Gentile, who began as a teacher in Pennsylvania and rose to command the fifth-largest teachers union in the country, was ordered to pay a $10,000 fine, in addition to the jail time, for indictments in Alabama and Florida. He will not be allowed to work with minors or be involved with youth organizations when he is released.

New York Boss Gets Probation for $192,000 Theft

U.S. Dist. Judge Kimba M. Wood (S.D.N.Y., Reagan) sentenced David Blank, ex-secretary-treasurer of Am. Fed'n of Gov't Employees Local 2094, Jan. 12, 2001, to three years probation and restitution of $192,000, relating to an embezzlement of union funds. The local is connected to the Veterans' Affairs Medical Ctr. in N.Y.C.

Blank pled guilty to a three-count criminal information charging that from Jan. 1992 to Dec. 1994, he participated in a conspiracy to commit mail fraud. This was accomplished by embezzling Local 2094 funds, and by making false statements to, and concealing from, the Dep't of Labor, the fact that he and his co-conspirators had embezzled, misappropriated and misdirected union funds. The information also charged Blank with subscribing to a false personal income tax return for the calendar year 1994 and possessing a firearm in a federal facility.

Longshore Union Allegedly Infiltrated by Genovese

Federal prosecutors in Brooklyn accused imprisoned Genovese crime family boss Vincent "Chin" Gigante and seven associates Jan. 23 of infiltrating the Int'l Longshoreman's Ass'n. The Genovese used their control of the union to extort money from firms operating on the piers in the N.Y.C. metro area and in Miami, according to a 40- page racketeering indictment announced by U.S. Atty. Alan Vinegrad. Convicted in 1997, Gigante is serving a twelve-year sentence for racketeering, murder conspiracy, and related crimes. Gigante, known for muttering as he walked around Manhattan's Greenwich Village in a bathrobe, has allegedly continued to run the Genovese family from prison.

Prosecutors allege Gigante obstructed justice during previous trials "by feigning diminished mental capacity." According to prosecutors, "video and audiotapes of Gigante in prison show that Gigante is a fully coherent, careful and intelligent man. In short, he appears to have ceased feigning mental illness in jail." Gigante is an inmate at the U.S. Bureau of Prisons Med. Ctr. in Ft. Worth, Tex. His arraignment  on the new charges is scheduled for about Feb. 6.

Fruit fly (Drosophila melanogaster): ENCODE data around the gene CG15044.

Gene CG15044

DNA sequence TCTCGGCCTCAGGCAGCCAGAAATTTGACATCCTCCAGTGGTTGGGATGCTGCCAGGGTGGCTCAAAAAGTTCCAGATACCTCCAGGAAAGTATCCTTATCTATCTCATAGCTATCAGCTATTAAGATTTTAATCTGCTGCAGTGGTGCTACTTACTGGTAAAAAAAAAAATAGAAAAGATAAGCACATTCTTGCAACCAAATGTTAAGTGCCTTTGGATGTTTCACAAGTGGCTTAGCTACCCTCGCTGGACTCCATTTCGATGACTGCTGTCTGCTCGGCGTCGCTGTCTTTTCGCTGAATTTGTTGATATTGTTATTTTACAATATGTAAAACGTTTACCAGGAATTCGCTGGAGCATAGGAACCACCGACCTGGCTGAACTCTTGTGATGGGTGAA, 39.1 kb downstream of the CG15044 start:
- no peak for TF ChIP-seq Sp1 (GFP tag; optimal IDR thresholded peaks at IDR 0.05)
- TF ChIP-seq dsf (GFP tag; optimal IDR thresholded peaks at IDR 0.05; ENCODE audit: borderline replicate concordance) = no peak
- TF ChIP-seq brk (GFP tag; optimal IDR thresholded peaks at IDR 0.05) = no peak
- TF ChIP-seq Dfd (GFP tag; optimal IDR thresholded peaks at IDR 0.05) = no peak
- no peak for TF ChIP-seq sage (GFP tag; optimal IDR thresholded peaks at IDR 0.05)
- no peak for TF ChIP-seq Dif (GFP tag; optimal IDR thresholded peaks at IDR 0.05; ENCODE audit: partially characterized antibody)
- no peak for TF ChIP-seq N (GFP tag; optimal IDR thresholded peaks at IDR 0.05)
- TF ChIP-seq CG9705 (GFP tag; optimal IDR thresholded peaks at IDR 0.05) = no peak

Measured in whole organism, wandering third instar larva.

$77.5 Million Suit Against Union Wins Class Action Status

U.S. Dist. Judge Sidney H. Stein (S.D.N.Y., Clinton) granted class certification Jan. 8 to a suit brought by participants in the Int'l Ladies Garment Workers' Union death benefit fund who allege that the fund violated its fiduciary duties when it transferred $77.5 million of fund assets to the union, which is now part of the Union of Needletrades Indus. & Textile Employees. The fund was established in 1937 and included language prohibiting any withdrawals except for payment of benefits and administrative costs. In 1976, an amendment was added to ILGWU's constitution that permitted termination of the fund by the union's board. In 1997, the board terminated the fund and transferred the bulk of the fund's assets to a new death benefit fund. However, it also transferred $77.5 million of assets to the union itself, and $12.5 million of which was routed to a nonprofit corporation, 21st Century ILGWU Heritage Fund.

Union, Firms, Settle False Claims Suit for $2.2 Million

U.S. Atty. Thomas M. DiBiagio in Baltimore announced Jan. 17 that the Am. Postal Workers Union, Nat'l Health Servs., Inc., and United Payors & United Providers, Inc. will pay the government nearly $2.2 million to settle charges that they submitted false claims to the government, specifically the Office of Personnel Mgmt.

APWU, through APWU Health Plan, operates a health plan under the Fed. Employees Health Benefits Program. APWU is located in Washington, D.C. and its Health Plan is in Rockville, Md. NHS is provides health care cost containment services such as case management, pre-certification and utilization review and is located in Louisville, Ky. UP&UP is located in Rockville and provides access to its preferred provider network to reduce health care costs. Both companies were acquired in Mar. 2000 by BCE Emergis Corp. of Canada

Ohio Boss Accused of Taking $145,000